Let’s Say Amotekun Was A SE Governors Idea?

*By Uwuma Precious*

Dr. Ngige would have granted a quick interview condemning it soundly and Okorocha would have offered conciliatory disapprovals saying it is not the best path to Igbo presidency come 2023 or 2089. While addressing newsmen on plans to land Nigerians on the moon by mid 2020, Ogbonnaya Onu would have called for dialogue between the FG and the SE, suggesting a suspension of the scheme for the time being.

But the winner would have been Gov. Umahi who would have reminded his colleagues of all the good things Buhari is doing for the Igbos, emphasizing strongly the President’s paternalistic kindness towards the Igbos and patience with Nnmadi Kanu’s insults and how the Igbos ought to leverage on those, or at least appreciate the President instead of trying to jeopardize the good works the Federal Government is doing in Igboland with an unnecessary security outfit. “We are building flyovers in Abakiliki, Ebonyi does not have money to fund any outfit,” he would have concluded and two days later seen on the NTA shaking hands in Aso Rock.

But for the Kanunists, it would have been another edition of Who Let The Dogs Out. Their insults, dammed for about 6 months now would have once again broken free, flooding everywhere and drowning every possibility of sensible discuss. The Soleimanian affair, lending itself to easy quotation by every nwanna with a phone would have been their prime example of how Trump would bomb everyone in disagreement with them to smithereens. Mind you, their embarrassing nonsenses wouldn’t have surfaced or achieved prominence had young Igbo intellectuals stepped in ab initio filling up our spaces with sound, unequivocal, supportive politico-intellectual arguments, like their Yoruba counterparts are solidly doing with Amotekun.

But the brilliant young Igbo intellectuals wouldn’t be totally silent however. Instead, with flowery, superfluous disquisitions, they would have offered arguments from both sides of their mouths, neither for nor against the idea. Their primary focus, save the nauseous ambivalence, would have been cautionary condemnations of the barrage of insults from the IPOBians and Kanunists, blaming the later especially for the absence of pro-Igbo voices from across the Niger and Benue -as if among the Igbos themselves there has ever been any useful solidarity of political purpose.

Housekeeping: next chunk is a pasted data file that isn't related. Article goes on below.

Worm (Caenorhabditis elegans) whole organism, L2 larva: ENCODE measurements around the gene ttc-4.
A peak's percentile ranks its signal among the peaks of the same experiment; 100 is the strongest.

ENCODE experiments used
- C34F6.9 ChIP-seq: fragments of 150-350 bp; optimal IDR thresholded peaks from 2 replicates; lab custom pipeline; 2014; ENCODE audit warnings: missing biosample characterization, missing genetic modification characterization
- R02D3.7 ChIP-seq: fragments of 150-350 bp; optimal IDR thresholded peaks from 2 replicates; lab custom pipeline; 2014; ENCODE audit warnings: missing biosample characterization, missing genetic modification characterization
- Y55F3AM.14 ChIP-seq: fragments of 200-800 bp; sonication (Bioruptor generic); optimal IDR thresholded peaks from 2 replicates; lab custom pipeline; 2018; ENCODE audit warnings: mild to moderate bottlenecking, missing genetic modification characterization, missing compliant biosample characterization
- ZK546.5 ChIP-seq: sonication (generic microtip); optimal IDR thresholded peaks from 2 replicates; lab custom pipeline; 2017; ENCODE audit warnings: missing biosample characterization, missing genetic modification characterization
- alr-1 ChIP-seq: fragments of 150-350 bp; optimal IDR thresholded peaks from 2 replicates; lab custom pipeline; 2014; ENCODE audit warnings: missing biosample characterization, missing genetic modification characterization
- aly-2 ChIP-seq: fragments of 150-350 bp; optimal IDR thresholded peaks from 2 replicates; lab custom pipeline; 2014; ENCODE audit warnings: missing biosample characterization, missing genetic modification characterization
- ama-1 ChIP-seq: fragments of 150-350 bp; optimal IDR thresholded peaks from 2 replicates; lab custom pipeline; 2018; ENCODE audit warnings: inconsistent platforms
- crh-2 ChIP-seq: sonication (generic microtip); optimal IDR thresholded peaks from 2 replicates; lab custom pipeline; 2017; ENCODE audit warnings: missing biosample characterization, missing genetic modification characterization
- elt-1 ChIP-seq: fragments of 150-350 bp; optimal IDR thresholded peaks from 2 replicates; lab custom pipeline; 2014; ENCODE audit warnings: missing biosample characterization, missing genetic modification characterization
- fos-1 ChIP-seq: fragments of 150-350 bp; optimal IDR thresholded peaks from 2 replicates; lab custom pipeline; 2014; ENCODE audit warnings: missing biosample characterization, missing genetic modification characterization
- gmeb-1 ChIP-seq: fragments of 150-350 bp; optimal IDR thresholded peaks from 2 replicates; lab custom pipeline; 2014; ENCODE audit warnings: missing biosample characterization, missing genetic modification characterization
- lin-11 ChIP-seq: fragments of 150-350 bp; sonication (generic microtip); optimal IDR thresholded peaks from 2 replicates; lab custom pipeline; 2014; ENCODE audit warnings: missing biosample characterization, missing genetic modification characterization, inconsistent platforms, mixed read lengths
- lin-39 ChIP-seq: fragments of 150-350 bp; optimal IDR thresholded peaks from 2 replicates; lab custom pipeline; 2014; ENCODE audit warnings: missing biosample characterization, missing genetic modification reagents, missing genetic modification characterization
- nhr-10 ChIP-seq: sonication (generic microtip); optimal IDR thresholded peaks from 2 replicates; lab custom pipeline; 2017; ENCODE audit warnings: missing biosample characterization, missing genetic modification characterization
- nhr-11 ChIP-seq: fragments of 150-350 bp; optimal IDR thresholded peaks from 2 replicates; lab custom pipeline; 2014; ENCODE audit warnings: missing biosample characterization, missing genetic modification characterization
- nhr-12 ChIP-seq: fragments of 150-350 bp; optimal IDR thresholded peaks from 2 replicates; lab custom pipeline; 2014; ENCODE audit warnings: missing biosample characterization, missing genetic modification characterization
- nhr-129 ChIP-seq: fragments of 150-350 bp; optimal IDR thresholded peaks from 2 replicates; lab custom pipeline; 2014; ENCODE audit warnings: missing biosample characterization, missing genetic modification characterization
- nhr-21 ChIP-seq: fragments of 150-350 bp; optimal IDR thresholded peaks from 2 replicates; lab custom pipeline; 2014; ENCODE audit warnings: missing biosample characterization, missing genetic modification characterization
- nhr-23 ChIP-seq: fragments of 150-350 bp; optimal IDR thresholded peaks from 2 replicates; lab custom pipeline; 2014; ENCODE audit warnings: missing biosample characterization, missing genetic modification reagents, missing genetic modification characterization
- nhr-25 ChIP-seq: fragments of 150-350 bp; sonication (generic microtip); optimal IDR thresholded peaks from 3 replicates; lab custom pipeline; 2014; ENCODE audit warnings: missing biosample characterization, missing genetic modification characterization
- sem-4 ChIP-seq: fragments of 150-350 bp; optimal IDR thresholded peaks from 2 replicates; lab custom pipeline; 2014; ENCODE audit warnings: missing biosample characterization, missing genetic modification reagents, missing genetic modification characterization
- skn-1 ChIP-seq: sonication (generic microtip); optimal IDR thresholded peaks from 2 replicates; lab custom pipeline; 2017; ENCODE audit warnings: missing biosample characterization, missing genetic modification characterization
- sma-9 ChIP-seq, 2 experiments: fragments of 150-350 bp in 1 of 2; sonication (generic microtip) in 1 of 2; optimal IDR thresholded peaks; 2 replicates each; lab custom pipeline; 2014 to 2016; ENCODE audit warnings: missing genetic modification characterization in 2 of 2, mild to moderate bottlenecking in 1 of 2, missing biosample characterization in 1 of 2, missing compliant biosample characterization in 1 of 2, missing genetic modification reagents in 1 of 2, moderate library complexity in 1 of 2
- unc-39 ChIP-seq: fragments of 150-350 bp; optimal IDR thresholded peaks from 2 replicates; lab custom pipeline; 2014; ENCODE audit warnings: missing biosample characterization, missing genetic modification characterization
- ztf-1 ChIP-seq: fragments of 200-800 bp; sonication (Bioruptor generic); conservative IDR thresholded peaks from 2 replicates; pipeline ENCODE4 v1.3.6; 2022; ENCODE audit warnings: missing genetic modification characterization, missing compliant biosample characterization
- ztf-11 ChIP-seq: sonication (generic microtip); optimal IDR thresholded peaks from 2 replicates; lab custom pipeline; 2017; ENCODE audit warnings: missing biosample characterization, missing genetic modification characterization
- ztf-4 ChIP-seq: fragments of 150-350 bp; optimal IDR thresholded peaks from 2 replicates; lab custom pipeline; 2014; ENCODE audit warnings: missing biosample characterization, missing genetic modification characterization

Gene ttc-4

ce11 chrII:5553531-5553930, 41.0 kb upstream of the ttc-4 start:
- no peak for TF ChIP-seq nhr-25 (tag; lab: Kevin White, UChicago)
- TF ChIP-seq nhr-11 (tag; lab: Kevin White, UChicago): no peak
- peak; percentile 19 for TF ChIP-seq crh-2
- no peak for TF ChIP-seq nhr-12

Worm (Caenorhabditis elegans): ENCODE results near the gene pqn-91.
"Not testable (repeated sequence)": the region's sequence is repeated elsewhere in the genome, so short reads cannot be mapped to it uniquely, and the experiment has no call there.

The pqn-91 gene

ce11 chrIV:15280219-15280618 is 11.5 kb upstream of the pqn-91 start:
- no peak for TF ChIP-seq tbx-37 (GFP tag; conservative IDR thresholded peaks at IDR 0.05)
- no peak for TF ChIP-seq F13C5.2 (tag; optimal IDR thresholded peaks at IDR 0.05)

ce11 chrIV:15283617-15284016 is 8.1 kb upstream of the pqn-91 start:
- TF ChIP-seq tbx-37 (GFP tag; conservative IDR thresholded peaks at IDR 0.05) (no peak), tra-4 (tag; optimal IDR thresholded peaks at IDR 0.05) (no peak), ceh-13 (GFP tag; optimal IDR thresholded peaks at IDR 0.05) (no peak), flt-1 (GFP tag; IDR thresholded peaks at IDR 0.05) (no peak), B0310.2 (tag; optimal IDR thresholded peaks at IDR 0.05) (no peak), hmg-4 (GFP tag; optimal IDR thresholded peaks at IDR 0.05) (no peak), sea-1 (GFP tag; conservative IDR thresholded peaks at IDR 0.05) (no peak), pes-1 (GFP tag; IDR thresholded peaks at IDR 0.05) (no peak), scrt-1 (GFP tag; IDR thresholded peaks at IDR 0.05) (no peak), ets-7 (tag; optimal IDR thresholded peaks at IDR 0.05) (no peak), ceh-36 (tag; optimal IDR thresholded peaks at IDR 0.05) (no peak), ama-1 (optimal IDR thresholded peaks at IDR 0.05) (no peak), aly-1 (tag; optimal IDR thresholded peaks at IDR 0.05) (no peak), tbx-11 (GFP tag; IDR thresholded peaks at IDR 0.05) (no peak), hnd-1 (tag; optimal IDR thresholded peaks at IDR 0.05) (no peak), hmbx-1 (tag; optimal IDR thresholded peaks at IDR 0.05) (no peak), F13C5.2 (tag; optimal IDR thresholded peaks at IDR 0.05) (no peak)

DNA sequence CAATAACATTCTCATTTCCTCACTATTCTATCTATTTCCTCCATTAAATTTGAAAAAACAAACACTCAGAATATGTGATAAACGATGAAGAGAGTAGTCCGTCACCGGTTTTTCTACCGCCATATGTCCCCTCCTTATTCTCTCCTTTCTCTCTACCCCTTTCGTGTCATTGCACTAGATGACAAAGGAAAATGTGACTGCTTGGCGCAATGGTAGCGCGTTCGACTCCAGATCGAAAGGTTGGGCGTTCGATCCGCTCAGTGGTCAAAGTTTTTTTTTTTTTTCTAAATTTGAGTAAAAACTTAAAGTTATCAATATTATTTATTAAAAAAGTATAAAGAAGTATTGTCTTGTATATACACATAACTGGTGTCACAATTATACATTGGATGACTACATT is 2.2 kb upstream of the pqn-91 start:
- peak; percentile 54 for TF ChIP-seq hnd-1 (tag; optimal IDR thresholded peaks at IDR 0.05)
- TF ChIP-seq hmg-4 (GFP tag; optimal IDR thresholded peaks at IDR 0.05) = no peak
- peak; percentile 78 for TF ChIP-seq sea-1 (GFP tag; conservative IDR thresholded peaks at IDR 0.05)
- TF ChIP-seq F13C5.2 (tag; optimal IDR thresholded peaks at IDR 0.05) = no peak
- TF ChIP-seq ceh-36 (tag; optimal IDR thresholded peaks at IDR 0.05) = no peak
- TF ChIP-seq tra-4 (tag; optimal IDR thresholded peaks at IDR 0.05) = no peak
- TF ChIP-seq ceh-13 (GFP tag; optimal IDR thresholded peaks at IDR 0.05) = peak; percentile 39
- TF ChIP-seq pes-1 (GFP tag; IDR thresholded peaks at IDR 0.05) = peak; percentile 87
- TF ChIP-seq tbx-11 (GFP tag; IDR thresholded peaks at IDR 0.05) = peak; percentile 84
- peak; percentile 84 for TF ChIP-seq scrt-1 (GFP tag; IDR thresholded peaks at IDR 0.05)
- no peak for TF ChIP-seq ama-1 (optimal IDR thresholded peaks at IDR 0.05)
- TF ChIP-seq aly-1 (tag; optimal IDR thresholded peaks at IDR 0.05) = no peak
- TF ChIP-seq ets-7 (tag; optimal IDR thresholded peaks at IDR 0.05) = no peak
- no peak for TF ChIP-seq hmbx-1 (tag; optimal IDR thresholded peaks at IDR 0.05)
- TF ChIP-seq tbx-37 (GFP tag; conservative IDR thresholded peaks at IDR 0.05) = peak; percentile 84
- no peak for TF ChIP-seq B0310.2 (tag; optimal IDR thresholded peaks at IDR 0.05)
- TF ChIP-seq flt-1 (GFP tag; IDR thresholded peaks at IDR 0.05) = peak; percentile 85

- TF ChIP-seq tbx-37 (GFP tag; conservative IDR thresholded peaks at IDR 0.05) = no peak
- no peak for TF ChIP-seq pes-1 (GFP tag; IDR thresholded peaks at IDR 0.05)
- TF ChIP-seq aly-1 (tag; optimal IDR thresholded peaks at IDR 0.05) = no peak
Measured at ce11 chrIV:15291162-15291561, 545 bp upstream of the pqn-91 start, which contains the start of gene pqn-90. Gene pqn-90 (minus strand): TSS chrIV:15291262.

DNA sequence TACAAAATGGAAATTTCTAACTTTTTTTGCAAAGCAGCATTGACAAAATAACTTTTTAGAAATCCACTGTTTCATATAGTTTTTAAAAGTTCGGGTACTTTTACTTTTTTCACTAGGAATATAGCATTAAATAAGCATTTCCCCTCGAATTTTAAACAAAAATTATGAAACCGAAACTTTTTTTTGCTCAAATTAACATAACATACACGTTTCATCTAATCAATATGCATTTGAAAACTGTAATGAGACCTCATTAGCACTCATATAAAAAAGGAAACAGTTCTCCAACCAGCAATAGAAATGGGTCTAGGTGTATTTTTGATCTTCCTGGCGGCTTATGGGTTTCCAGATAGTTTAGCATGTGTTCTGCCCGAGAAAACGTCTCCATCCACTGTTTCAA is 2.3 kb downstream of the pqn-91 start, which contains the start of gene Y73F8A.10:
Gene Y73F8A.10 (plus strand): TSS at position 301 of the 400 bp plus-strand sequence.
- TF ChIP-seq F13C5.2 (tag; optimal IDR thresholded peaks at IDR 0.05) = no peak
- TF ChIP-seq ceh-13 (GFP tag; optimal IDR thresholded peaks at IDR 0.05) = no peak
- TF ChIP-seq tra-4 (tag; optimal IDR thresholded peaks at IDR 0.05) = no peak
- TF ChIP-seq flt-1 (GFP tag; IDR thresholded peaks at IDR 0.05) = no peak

These attacks would have infuriated the Kanunists beyond words, their fury manifesting in the flurry of profile pictures changing in quick successions to either that of a sickly yellow half sun or the portraits of Nnamdi Kanu or a young Ojukwu in army fatigues looking menacingly impotent.

That’s the point we would begin to read stuff like,
“We must get Biafra!”
“Whether Fulani likes it or not we must get Biafra,” and begin to wonder what the issue was about again? Was it about getting Biafra? Celebrating Mazi Kanu? Attacking Buhari? Or setting up a SE Security outfit?

These confusing outbursts would then become like petrol to the intellectual fury of those other group of young Igbo intellectuals who until that point were still cautiously watching from the sidelines, silent. A barrage of long essays would have been their response. Starting with tales of Ojukwu and Gowon in Aburi, America in Vietnam and Awolowo in Kirikiri, they would have written and written and written, but NOTHING neither in clear support for their people nor in clear connection to the issue at hand. And this confusion and muddling up of issues is why many brilliant Igbo social media commentators are often in the same WhatsApp group with the Igbobrews aka Igbo Hebrews aka Kanunists -the metastatic manifestations of the IPOBians.

Then enter the Igbo Buharideens.
These ones, offering what to them are non partisan suggestions on how the SE can actually tackle crime in the region absent developing a vigilante group, would have pranced from wall to wall starting every comment with “I’m an Igbo man, I fully support the protection of Ndi Igbo, but not in a way as to bring another Operation Python Dance to our people…” Then 200 Love/Like reactions later, mostly from northern Buharideens, and a few from the cowardly Igbo intellectual writing from both sides of his mouth, they would start feeling fly, marking themselves the most sensible, objective Igbos on earth.

The other young Igbos who are neither Buharideens, IPOBists nor lay claims to intellectual pretensions wouldn’t be perturbed. They would be busy sharing memes, perfecting their jokes, the existential question dangling over their heads like Damocles’ swords having no remote concerns to their being. Wetin concern them with Isakaba when they live in Sabon Gari, Jos or Lagos? Messi Vs. Rinaldo has more bearing on their lives.

Then one or two statements from Buratai regarding the plans of certain sections of the country to destabilize the unity of Nigeria, and 3 Press briefings (in quick successions) from the Army Spokesman later, an Igbo elder would come out and say the Ohanaeze Ndi Igbo has consulted (probably with the spirits of Idemili, the gods of Arochukwu and the apparitions of Ojukwu, Opara, Mbakwe, Mbadiwe and Azikiwe) and decided the SE governors MUST shelve the idea for the time being until further consultations (perhaps this time with Okija).
And gentleladies and gentlemen, that would be To Your Tents O! Israel until another attempt at testing the limits of the divisive cowardice of those fond of calling others cowards.

If the overwhelming unity of voices among the Yorubas (and the tacitly acquiescing silence of the dissenters) hasn’t taught the Igbos anything as to their unfortunate plight in the political equation of Nigeria, hardly anything will. With many young Igbos asking if the Yorubas would have supported the Igbos had Amotekun been an Igbo idea, it’s obvious they haven’t taken the necessary lessons. Sad.

Leave a Reply

%d bloggers like this: